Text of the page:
The Wechsler Intelligence Scale for Children-Revised (WISC-R), the McCarthy Scales of Children’s Abilities (MSCA), the Wechsler Preschool and Primary Scale of Intelligence (WIPPSI-R), and the Peabody Picture Vocabulary Test-Revised (PPVT-R) were used to test the intellectual abilities by one examiner (AJ) who was not informed about the genetic status of the children tested. The WISC-R is suitable for children from the age of 6 years whereas the MSCA, the WIPPSI-R, and PPVT-R should be used for younger children. The verbal, performance, and full scale IQ scores were calculated.
This boy was born after a normal pregnancy and delivery with a birth weight of 3250 g. In his first year of life he had frequent ENT related problems which disappeared after tonsillectomy and the insertion of grommets. His early development was somewhat slow but within the normal range: he sat at 8 months, walked unaided at 18 months, and spoke his first words at 1 year. At the age of 2 years hyperactive behaviour was noted which disappeared at 4 years of age. However, at that age he appeared to be unable to attend normal school. For further evaluation he was referred to our centre and because of the family history (the mother’s sister had two sons with the fragile X syndrome) DNA analysis of the FMR1 gene was performed.
At the age of 5 years he had normal physical measurements, height 1.17 m (70th centile) and head circumference 52.5 cm (75th centile). He had a long, narrow face with a normal chin, normally shaped and sized ears, periorbital fullness, and normal teeth (fig 1). His testes were mildly enlarged for his age (4 ml/4 ml). He had hyperextensible finger joints and relatively broad and short halluces. His behaviour was normal with normal eye contact.
Psychological testing at the age of 10 years, using the WISC-R, showed a full scale IQ score of 55 with a verbal IQ score of 56 and a performance IQ score of 61.
This boy is the 4 year younger brother of case 1. He was also born after an uneventful pregnancy and delivery with a normal birth weight. His early development was normal: he sat at 9 months, stood at 10 months, and walked unaided at 14 months. Because of the diagnosis in his older brother, he was tested for the fragile X syndrome at the age of 1 year 3 months.
At the age of 5 years he had normal physical measurements, height 110 m (25th centile) and head circumference 51.8 cm (60th centile). He had a normal face, except for a broad forehead which was observed in the father as well, some periorbital fullness, and normal ears (fig 1). His genitals were normal. His behaviour was normal with normal eye contact.
Psychological testing at the age of 5 years showed a full scale IQ score of 81 with the MSCA and 75 with the WIPPSI-R.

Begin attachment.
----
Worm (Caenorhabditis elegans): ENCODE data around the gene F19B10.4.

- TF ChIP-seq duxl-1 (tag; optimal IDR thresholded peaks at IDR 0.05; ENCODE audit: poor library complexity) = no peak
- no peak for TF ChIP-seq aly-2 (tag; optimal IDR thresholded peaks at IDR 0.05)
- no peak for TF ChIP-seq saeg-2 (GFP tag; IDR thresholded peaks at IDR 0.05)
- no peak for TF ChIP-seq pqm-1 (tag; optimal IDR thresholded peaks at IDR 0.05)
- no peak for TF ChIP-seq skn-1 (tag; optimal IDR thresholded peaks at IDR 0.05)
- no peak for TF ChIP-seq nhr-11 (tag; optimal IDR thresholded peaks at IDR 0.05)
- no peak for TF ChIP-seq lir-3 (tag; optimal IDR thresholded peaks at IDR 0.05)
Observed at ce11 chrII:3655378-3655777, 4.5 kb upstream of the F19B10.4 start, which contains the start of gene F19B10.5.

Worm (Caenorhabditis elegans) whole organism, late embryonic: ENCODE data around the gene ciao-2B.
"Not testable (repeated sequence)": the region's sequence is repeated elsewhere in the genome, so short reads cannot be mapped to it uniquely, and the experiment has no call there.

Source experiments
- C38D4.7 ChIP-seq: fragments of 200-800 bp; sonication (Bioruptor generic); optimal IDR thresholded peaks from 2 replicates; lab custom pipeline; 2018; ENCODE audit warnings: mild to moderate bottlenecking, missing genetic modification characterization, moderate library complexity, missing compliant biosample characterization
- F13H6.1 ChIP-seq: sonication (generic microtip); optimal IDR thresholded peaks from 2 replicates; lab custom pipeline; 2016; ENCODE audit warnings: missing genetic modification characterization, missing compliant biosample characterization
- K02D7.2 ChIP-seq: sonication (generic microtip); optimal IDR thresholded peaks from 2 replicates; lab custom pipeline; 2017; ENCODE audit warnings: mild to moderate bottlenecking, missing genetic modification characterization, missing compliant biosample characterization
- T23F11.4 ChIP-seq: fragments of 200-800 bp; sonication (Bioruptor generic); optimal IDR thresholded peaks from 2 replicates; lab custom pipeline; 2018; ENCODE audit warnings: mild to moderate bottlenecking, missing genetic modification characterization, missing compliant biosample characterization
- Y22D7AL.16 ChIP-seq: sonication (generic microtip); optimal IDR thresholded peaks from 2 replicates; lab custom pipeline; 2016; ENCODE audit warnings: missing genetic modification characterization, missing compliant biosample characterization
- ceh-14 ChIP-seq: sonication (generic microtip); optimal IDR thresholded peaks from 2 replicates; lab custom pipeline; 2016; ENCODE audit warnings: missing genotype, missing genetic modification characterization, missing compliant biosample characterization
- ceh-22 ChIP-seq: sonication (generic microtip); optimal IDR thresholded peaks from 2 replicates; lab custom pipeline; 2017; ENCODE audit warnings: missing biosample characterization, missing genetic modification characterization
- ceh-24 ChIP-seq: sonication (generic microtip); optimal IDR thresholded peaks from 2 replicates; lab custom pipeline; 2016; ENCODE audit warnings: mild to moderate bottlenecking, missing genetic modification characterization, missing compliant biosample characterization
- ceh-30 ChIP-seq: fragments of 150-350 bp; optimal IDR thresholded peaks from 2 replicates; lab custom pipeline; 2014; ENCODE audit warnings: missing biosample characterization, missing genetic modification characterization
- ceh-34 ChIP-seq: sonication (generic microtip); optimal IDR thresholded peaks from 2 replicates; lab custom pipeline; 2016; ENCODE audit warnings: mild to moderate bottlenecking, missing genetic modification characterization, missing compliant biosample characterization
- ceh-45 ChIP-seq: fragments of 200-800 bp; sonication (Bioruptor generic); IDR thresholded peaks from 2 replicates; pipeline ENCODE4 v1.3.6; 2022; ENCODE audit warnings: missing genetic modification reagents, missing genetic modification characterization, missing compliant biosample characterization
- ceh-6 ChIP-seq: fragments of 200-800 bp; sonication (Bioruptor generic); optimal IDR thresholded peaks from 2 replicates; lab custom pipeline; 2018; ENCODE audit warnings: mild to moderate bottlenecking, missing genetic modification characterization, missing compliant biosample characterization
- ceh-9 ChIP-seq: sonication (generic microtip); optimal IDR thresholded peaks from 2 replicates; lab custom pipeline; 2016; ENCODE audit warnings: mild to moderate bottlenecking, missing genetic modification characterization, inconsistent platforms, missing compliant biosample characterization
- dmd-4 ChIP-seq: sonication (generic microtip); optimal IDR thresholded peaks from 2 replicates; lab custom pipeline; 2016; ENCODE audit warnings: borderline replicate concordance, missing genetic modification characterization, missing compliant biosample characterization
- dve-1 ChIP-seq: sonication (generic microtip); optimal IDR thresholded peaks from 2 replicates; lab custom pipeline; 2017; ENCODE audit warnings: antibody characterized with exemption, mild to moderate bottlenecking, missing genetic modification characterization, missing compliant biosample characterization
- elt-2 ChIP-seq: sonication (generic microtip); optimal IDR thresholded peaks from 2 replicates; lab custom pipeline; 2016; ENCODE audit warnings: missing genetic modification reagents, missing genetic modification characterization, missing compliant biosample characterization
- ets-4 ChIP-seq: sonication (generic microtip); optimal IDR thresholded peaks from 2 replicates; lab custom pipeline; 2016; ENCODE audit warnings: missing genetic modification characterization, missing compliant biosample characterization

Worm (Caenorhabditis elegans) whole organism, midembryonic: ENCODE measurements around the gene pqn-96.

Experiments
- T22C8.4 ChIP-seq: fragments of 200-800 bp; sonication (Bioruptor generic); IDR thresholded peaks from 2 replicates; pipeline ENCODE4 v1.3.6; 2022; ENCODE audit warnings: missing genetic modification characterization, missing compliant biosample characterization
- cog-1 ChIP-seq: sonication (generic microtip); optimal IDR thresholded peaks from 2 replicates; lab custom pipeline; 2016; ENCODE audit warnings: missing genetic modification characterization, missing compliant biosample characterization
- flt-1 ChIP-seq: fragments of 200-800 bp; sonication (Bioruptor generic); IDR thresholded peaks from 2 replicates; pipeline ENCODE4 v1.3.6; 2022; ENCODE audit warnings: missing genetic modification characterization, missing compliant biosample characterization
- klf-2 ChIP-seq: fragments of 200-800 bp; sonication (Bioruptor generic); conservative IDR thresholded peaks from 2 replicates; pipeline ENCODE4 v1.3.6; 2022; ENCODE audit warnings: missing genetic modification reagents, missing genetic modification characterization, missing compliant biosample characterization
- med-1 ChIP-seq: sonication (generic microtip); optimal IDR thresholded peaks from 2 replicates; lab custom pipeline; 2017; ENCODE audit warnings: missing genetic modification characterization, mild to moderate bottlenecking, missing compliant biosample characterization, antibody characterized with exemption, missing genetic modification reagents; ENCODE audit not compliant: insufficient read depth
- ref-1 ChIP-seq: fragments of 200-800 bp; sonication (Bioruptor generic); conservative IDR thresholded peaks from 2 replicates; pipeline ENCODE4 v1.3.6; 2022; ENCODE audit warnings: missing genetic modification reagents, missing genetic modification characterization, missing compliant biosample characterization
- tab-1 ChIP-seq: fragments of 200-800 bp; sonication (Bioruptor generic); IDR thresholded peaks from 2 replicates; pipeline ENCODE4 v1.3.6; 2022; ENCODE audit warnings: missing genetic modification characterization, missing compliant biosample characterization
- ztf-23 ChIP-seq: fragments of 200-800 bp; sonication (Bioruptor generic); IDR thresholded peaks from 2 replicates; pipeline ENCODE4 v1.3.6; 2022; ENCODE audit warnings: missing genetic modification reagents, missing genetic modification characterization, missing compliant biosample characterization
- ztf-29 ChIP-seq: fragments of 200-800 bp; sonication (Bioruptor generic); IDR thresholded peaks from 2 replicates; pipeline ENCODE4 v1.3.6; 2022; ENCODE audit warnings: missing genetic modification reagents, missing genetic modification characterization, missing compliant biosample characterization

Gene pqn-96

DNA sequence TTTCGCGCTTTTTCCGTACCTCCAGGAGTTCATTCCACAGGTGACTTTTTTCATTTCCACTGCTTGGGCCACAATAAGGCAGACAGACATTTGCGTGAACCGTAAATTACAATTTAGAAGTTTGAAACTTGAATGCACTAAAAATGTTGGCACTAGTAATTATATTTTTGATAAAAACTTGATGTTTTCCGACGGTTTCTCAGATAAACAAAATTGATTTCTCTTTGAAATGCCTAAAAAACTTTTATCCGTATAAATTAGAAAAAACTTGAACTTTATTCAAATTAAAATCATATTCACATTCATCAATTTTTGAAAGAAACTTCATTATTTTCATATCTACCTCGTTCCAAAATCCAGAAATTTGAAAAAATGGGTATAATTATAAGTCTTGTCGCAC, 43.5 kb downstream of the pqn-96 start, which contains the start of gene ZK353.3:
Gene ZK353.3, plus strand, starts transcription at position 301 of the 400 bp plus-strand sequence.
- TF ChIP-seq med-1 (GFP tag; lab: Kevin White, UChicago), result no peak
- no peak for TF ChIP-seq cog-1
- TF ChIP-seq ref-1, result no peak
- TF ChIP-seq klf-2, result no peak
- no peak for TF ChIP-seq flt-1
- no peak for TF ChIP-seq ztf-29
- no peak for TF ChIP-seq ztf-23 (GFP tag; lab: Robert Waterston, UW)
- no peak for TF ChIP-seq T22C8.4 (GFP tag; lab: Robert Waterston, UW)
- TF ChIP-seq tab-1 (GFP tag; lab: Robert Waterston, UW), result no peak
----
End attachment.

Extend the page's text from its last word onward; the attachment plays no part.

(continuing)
This boy is the 6 years younger brother of case 1. He was born after a normal pregnancy and delivery with a birth weight of 3750 g. His development was normal: he walked at 14 months and spoke normal sentences at 3 years.
At the age of 3 years he had normal physical measurements, height 1.00 m (50th centile) and head circumference 51.5 cm (70th centile). He had no dysmorphic facial features, except for a broad forehead which was observed in the father as well; he had normal sized and shaped ears. His genitals were normal. He had some hyperextensibilty of MCP V. His behaviour was normal with normal eye contact. Psychological testing at the age of 3 years 8 months showed a full scale IQ score of 91 with the MSCA and 97 with the PPVT-R.
In case 1, a full mutation was found in his leucocytes using Southern blot analysis: a 14% methylated 560 bp larger than normal band (~217 repeats) and a 86% unmethylated 670 bp larger than normal band (~253 repeats) (fig 2).
Protein analysis in blood smears (in duplicate) showed 10% and 20% of the leucocytes and 67% of the hair roots (10/15) expressing FMRP.
In case 2, a mutation that was smaller than in case 1 was found in leucocytes using Southern blot analysis: a 33% methylated 440 bp larger than normal band (~177 repeats) and a 67% unmethylated 440 bp larger than normal band (~177 repeats).
Protein analysis in blood smears (in duplicate) showed 10% and 22% of the leucocytes and 85% of the hair roots (17/20) expressing FMRP.
In case 3, a mutation similar in size to that of case 2 was also found in leucocytes using Southern blot analysis: a 14% methylated 470 bp larger than normal band (~187 repeats) and an 86% unmethylated 460 bp larger than normal band (~183 repeats) (fig 2).
Protein analysis in blood smears (in duplicate) showed 2% and 7% of the leucocytes and 88% of the hair roots (23/26) expressing FMRP.
The test results are summarised in table 1.